- What are the communication interfaces between the two organisations? How are these managed? Who manages the stakeholders?
What can you do to improve the role of a business analyst in distributed outsourced projects?
Start with asking questions like those in the list above that are related to the flow of requirements and the capabilities of the individuals. Answer them honestly to the best of your knowledge. This should provide a good basis to define the right organisational boundaries between the outsourcer and the service provider.
Consider the specific delivery model (software development lifecycle) and project specific challenges, such as size and complexity. Look at the details! Although Scrum should be Scrum, the way it is embedded into different organisations can have wide-ranging impacts on aligning two organisations. Consider as well the need for business domain specific knowledge and an understanding of the outsourcer’s organisation. Based on this knowledge, derive the implications for the business analysis process. Define which of the skills (not roles!) you need and ensure they exist in the overall composition of the team(s).
Be prepared to step away from a set of pre-defined roles (such as System Analyst or Product Owner) and define the demand based on specific business analysis skills required (“core skills”). Look beyond those business analysts core skills (Figure 2) at the first two layers and agree which information can be communicated across the organisational boundary on demand or must be present in the service provider’s team. In small efforts, a multi-skilled software developer may well exhibit those skills and therefore be the answer to the problem. In other cases, you may need a dedicated person as part of the service provider team to act as the local (to the service provider’s team) source for business domain knowledge and to maintain a holistic view of the requirements improving the overall communication. Ensure that the expectations on the individuals are managed and they are capable and motivated to perform those activities.
With increased scale and complexity, additional challenges of a quite different nature arise that impact the business analyst. You must address those. Here are two examples: Scale may lead to functional dependencies across different teams that need to be managed. Complexity can arise from establishing continuous delivery, requiring additional teams with new demands to be integrated into the overall process. This does not only lead to additional communication interfaces to be managed; it adds the need for new skills to the business analysis portfolio of that project, e.g. the skill to partition requirements in the case of multiple teams or the support for test automation in the case of continuous integration.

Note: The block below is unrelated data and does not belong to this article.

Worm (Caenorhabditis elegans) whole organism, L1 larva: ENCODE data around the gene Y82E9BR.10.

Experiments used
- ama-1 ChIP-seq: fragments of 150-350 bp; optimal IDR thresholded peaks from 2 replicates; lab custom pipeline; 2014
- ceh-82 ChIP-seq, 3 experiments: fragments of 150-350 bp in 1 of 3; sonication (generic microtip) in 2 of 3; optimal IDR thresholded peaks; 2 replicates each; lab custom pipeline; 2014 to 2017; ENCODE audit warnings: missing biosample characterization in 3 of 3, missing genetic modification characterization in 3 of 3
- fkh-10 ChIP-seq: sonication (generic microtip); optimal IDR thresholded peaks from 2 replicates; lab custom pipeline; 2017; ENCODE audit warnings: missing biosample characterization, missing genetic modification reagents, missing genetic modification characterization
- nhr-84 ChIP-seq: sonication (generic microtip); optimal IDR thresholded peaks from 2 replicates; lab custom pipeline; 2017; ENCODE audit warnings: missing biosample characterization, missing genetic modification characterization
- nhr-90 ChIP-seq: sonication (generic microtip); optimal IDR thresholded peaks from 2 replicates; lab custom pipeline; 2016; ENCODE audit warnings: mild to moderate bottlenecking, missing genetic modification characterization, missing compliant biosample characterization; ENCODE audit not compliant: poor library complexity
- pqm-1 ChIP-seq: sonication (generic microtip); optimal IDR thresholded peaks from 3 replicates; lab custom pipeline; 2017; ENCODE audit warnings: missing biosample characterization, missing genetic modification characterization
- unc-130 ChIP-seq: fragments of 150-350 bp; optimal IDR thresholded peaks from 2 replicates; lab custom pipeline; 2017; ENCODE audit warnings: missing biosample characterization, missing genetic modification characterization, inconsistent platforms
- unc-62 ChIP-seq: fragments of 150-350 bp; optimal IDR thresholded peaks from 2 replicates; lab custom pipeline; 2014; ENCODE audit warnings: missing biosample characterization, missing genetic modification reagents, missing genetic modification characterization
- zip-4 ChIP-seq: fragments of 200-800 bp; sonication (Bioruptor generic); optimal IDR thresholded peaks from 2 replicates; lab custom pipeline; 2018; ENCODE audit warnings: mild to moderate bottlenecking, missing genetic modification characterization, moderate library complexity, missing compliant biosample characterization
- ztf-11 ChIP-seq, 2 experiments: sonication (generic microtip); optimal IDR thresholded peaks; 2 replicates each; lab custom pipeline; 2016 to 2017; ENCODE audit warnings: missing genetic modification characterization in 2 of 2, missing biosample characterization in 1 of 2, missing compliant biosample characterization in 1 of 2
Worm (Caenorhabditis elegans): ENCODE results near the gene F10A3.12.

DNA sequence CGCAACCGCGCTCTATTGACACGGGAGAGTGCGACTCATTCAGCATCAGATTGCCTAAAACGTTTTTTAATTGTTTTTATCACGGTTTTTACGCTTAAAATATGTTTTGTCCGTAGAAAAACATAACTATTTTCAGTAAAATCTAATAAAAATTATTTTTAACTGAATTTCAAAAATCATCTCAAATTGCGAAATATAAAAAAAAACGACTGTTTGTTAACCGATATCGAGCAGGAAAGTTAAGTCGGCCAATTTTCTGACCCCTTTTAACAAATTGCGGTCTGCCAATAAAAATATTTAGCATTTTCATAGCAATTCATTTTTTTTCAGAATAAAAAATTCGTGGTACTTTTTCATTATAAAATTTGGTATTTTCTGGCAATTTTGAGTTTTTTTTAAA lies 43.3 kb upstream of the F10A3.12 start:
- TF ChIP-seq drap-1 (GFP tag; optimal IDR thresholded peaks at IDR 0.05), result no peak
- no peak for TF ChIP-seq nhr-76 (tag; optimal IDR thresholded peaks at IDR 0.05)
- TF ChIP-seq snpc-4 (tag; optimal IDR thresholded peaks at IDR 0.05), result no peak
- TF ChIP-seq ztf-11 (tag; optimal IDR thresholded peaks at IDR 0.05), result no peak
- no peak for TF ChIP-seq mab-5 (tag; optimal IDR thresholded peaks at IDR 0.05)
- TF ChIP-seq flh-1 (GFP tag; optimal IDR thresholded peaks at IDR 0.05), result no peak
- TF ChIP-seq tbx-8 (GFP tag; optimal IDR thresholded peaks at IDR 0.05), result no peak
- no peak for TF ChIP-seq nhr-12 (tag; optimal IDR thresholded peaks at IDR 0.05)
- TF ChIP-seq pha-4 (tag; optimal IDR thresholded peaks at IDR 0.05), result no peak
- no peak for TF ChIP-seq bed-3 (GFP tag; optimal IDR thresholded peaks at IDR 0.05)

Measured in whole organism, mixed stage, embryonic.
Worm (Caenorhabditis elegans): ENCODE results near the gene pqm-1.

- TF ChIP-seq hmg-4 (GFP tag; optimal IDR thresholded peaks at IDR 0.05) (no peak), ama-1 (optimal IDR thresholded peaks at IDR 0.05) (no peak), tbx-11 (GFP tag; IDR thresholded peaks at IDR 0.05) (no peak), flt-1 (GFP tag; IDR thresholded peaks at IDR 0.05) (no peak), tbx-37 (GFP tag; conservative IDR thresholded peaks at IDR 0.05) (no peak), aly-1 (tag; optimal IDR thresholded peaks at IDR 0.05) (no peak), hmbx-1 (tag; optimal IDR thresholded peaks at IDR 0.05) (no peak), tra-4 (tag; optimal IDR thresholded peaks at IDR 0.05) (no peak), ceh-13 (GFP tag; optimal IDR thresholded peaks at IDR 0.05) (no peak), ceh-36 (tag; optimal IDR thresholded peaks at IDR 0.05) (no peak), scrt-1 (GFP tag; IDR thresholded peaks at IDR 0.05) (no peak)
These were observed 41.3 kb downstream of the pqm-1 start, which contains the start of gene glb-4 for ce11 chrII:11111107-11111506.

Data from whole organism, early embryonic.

The role that is most “distributed” across the organisational boundaries in a distributed outsourced development project is that of a business analyst. In order to effectively leverage the business analyst stop thinking purely in terms of roles. Identify skills that are needed or missing and where they are placed best in the combined organisation of outsourcer and service provider. Be prepared to adjust when necessary!
If the outsourcer and the service provider collaborate to solve this problem by fine-tuning the skills and responsibilities of business analysts, further benefits will arise on both sides. Knowledge transfer about the outsourcer’s needs, organisation, systems and processes to the service provider will result in an improved understanding. Over time, the service provider will be able to add business value beyond the implementation of solution driven projects. Business analysis skills are essential to this evolution.
Thomas Behrens is Group Head of Analysis for Endava (www.endava.com). Thomas has held different positions and roles in the software development life cycle for various organisations over the past 25 years since having earned his degree in computer science. He worked in the domains of investment banking, telecommunications, mobile payments and embedded systems. Over the past two years, he focussed on setting up distributed software development teams mainly in agile contexts and shaping the business analyst force at Endava. Thomas delivers training and speaks at conferences on topics related to requirements engineering.